South Carolina Colony Summarize the contributions of settlers in South Carolina under the Lord’s Proprietors and the Royal colonial government, including.
Essential Information US History Colonial America.
Slave Trade in Latin America. What was the triangular slave trade?
Chapter 4: The Colonies Grow Why it Matters: Independence was a spirit that became evident early in the history of the American people. The spirit.
The Atlantic Slave Trade. Need for Labor Sugar plantations and tobacco farms required a large supply of workers to make them profitable Millions of.
TEKS 8C: Calculate percent composition and empirical and molecular formulas. Slavery in the Colonial Period.
Atlantic Slave Trade Objectives: Discuss triangular trade and analyze its consequences. Terms and People: plantations, triangular trade, Middle Passage,
Triangular Trade & Slavery. Review What was the Columbian Exchange? What was the Triangular Trade?
The Atlantic Slave Trade Chapter 20 Section 3. I. Causes of African slavery A. Slavery already existed in Africa different than slavery in Americas.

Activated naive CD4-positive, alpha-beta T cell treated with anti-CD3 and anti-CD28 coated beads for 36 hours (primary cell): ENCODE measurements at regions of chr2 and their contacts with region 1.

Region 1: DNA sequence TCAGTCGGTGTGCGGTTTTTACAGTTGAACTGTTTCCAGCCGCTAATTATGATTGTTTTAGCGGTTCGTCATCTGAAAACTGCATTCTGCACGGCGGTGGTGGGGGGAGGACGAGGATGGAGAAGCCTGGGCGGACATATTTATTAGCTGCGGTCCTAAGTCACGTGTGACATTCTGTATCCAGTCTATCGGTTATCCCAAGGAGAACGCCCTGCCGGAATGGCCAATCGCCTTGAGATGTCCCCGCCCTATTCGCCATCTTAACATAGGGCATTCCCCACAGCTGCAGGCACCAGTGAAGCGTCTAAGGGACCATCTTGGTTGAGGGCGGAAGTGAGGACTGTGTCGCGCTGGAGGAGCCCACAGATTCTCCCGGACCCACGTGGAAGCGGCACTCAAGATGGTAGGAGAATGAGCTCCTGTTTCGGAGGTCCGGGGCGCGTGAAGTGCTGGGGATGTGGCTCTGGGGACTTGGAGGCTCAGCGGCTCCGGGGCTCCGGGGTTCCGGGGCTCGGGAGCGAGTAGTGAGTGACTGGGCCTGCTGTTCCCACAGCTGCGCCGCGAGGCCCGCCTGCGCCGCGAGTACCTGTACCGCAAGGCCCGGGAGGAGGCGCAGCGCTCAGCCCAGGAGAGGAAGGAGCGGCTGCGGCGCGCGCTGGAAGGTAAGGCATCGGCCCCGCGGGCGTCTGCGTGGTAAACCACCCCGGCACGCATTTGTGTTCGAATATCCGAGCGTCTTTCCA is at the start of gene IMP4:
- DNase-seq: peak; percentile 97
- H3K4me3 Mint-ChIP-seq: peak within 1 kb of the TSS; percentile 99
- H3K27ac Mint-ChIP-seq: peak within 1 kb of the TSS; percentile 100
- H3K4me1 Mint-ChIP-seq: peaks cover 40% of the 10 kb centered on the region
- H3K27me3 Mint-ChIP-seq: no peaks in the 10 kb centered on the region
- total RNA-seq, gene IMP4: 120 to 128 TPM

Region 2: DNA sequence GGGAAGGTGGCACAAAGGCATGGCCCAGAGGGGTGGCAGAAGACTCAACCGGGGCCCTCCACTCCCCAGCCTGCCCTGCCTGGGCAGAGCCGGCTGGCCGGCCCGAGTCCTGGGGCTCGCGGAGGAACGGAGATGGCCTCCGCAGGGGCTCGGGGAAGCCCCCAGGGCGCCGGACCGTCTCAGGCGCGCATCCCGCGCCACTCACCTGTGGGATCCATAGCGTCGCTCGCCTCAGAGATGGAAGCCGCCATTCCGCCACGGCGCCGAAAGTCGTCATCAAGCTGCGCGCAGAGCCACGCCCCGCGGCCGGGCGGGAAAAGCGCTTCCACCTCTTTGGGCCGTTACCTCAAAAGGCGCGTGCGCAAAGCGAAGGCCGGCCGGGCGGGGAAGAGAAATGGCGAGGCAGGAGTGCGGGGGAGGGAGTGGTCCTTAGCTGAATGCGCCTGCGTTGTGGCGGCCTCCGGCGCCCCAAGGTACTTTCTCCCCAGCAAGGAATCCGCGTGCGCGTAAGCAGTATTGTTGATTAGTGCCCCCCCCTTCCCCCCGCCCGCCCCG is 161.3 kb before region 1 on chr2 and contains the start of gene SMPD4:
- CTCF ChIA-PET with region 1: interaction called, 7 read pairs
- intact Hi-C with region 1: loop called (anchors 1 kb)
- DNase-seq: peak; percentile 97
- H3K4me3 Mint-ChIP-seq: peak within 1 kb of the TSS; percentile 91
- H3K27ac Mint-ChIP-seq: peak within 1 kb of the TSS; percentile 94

Section 3 The Atlantic Slave Trade To meet their growing labor needs, Europeans enslave millions of Africans in the Americas. NEXT.
Reciprocal Influence Cultural Interactions between Slaves and Plantation Owners.
Africans in the Colonies. Essential Questions What was the Middle Passage? How did the experience of slavery differ from colony to colony? What restrictions.
8-1.4 African Slave Movement Vocab. Stono Rebellion 1739 Slave rebellion at the Stono Bridge south of Charleston near Beaufort. The largest slave revolt.